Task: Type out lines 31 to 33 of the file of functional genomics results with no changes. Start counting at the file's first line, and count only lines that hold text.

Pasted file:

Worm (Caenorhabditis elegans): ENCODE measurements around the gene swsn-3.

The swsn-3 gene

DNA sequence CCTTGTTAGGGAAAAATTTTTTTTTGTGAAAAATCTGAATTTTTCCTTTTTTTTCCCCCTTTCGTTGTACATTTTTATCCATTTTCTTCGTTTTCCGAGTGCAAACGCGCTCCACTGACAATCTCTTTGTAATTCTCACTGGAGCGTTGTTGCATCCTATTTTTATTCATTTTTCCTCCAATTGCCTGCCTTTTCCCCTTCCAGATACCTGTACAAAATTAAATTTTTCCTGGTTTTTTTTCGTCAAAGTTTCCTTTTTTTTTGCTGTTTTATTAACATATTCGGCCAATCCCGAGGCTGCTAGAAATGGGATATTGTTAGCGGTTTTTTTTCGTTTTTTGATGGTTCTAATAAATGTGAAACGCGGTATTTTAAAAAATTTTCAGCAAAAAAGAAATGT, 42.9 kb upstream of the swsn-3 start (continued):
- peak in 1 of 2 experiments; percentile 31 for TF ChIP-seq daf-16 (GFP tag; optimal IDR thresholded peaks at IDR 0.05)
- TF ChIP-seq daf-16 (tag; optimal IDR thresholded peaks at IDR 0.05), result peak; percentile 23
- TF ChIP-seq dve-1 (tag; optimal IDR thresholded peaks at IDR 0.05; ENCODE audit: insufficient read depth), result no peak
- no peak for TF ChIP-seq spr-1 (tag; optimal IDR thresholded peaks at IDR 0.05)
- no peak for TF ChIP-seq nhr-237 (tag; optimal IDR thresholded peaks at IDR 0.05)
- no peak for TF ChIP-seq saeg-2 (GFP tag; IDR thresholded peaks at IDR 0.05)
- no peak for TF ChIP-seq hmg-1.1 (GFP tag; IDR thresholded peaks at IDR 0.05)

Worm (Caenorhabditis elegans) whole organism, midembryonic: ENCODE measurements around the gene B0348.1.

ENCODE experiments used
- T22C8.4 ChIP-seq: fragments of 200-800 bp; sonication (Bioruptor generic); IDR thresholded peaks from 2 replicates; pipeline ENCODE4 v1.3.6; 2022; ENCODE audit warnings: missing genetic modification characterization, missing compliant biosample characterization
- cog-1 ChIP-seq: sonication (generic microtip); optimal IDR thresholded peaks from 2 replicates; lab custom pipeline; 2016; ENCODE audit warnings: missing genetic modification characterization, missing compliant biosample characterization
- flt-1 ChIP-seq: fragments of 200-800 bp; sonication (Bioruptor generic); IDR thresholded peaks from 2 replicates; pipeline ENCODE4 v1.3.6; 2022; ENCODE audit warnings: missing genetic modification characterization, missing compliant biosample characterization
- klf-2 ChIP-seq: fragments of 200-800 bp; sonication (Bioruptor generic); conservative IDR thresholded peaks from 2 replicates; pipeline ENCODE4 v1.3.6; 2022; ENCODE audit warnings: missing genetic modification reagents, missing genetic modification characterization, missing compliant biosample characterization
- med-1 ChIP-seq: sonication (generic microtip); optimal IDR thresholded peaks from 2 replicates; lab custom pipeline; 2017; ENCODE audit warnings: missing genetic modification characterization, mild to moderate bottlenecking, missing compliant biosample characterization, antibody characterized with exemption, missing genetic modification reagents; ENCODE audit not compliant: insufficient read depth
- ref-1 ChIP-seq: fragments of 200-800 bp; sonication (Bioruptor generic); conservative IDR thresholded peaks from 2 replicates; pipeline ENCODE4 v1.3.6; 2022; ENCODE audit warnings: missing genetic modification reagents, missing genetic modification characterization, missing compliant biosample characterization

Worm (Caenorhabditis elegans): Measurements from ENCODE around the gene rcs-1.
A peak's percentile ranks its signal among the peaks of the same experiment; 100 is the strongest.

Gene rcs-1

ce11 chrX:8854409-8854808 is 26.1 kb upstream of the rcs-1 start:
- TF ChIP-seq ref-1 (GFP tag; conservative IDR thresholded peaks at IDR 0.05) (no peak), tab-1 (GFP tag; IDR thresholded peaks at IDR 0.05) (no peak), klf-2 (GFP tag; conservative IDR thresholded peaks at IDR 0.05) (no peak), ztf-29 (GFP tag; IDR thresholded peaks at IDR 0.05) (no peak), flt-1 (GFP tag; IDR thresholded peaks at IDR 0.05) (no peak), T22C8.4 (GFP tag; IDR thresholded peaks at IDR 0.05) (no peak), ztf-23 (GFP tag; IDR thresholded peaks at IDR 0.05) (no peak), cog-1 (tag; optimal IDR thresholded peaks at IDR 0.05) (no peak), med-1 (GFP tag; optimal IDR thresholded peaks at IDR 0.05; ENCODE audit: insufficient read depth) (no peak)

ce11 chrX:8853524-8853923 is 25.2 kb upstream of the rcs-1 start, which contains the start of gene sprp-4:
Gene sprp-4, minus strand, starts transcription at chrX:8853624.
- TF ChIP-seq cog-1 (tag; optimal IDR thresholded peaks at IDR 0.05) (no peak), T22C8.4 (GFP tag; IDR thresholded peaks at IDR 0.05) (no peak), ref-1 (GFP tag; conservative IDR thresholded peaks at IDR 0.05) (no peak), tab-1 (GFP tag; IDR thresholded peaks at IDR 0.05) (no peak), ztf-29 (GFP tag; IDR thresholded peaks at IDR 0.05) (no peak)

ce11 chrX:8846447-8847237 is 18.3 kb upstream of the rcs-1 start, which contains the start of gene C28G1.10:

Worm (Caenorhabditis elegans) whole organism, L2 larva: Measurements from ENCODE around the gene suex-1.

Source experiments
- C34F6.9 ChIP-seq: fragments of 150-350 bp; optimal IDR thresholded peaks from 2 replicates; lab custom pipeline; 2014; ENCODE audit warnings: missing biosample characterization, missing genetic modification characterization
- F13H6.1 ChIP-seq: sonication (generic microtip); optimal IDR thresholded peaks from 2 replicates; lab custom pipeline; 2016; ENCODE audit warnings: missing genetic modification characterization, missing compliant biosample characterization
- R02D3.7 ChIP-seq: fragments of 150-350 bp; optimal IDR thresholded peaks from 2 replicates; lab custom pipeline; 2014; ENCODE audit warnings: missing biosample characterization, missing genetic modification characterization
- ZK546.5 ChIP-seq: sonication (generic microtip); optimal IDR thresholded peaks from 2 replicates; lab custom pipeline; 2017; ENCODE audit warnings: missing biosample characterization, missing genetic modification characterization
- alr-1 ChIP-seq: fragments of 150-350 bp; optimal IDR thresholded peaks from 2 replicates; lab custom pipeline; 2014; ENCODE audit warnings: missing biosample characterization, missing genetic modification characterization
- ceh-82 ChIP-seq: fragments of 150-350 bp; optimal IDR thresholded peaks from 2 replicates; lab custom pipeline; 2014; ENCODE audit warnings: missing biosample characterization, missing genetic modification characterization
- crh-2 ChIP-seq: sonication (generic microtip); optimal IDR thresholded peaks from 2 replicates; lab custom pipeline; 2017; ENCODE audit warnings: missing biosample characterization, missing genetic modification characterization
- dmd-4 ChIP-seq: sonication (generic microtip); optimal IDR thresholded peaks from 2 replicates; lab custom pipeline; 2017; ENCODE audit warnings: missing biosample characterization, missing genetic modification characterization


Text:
- F13H6.1 ChIP-seq: sonication (generic microtip); optimal IDR thresholded peaks from 2 replicates; lab custom pipeline; 2016; ENCODE audit warnings: missing genetic modification characterization, missing compliant biosample characterization
- R02D3.7 ChIP-seq: fragments of 150-350 bp; optimal IDR thresholded peaks from 2 replicates; lab custom pipeline; 2014; ENCODE audit warnings: missing biosample characterization, missing genetic modification characterization
- ZK546.5 ChIP-seq: sonication (generic microtip); optimal IDR thresholded peaks from 2 replicates; lab custom pipeline; 2017; ENCODE audit warnings: missing biosample characterization, missing genetic modification characterization